Social smoking ‘disproportionately harmful’, study suggests


People who smoke socially are more than twice as likely to die of lung disease and more than eight times as likely to die of lung cancer than non-smokers, a study suggests.

The research, presented at the European Respiratory Society International Congress, shows that the risk of lung cancer death for “social smokers” – those who smoke fewer than 10 cigarettes per day – is not substantially lower than those who smoke more than 20 a day.

Researchers said their 17-year-long study suggests that cutting down, or combining fewer cigarettes with vaping, is no substitute for quitting.

The research was by Dr Pallavi Balte and Dr Elizabeth Oelsner, at Columbia University Irving Medical Centre in New York.

Dr Balte told the virtual conference: “Everyone knows that smoking is bad for you, but it’s easy to assume that if you only smoke a little, the risks won’t be too high.

“Previous research suggests that people are cutting down on smoking, for example in the USA the proportion of smokers smoking less than 10 cigarettes per day has increased from 16% to 27%.

“So we wanted to study the risks to social smokers compared to people who don’t smoke and compared to heavier smokers.”

The study included 18,730 people selected from a multi-ethnic sample of the general US population with an average age of 61.

Researchers followed the people for an average of 17 years, during which time 649 died of respiratory disease and 560 died of lung cancer.

Among non-smokers, the proportion of people who died from respiratory diseases was 1.8% and the proportion who died of lung cancer was 0.6%.

Among social smokers – people who smoked fewer than 10 cigarettes a day – around 3.3% died from respiratory diseases and 4.7% died from lung cancer.

For heavy smokers – people who smoked more than 20 cigarettes a day – these proportions were 10.1% and 12.9%, respectively.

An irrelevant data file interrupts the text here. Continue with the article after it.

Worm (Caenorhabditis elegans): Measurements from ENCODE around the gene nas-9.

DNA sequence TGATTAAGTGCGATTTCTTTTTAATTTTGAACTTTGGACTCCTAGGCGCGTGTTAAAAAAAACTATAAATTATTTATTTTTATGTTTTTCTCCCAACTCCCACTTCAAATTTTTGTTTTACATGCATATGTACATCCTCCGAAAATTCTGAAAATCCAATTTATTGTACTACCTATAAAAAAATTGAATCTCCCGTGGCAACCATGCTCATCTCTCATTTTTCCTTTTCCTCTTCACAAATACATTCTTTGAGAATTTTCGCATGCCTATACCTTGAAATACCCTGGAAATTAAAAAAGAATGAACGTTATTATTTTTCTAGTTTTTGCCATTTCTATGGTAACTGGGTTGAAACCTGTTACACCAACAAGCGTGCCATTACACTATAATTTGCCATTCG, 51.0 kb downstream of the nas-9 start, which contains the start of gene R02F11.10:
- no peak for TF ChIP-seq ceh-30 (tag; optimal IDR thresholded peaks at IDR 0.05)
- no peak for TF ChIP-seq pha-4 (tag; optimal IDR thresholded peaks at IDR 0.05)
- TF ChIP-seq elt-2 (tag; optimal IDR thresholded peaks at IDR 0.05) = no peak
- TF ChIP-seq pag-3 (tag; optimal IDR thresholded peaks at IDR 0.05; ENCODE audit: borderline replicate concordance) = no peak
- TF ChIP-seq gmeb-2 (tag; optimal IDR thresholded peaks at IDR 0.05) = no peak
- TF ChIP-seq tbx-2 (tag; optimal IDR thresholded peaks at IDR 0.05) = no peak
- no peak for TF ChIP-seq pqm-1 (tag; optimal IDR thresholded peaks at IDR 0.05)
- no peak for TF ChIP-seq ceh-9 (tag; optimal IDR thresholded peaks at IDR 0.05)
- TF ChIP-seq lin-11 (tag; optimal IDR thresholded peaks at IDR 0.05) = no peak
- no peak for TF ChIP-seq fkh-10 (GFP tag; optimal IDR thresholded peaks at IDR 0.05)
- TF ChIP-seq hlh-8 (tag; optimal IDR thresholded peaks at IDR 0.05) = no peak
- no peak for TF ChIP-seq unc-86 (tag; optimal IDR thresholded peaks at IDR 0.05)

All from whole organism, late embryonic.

The researchers calculated the death rates from respiratory disease and lung cancer and compared these rates between non-smokers, social smokers and heavy smokers.

They took account of other factors that can influence death rates, such as age, sex, race, educational attainment and body weight.

They found that social smokers were 2.5 times as likely to die of respiratory disease and 8.6 times as likely to die of lung cancer, compared with non-smokers.

Social smokers had around half the rate of death from respiratory disease as heavy smokers, but their rate of lung cancer death was two thirds that of heavy smokers.

Dr Balte said: “You might think that if you only smoke a few cigarettes a day you are avoiding most of the risk. But our findings suggest that social smoking is disproportionately harmful.”

Jorgen Vestbo, chairman of the European Respiratory Society Advocacy Council and professor of respiratory medicine at the University of Manchester, was not involved in the research, but said: “Although the proportion of people who smoke habitually is falling in many countries, we should still be concerned about those who identify as social smokers.

“Cutting down on smoking is a step in the right direction, as quitting tobacco is one of the best ways to protect the lungs and our overall health, but it’s clear that there is no safe level of smoking.

“This large study is important because it shows that smoking less will probably not have the effect that people are hoping for.”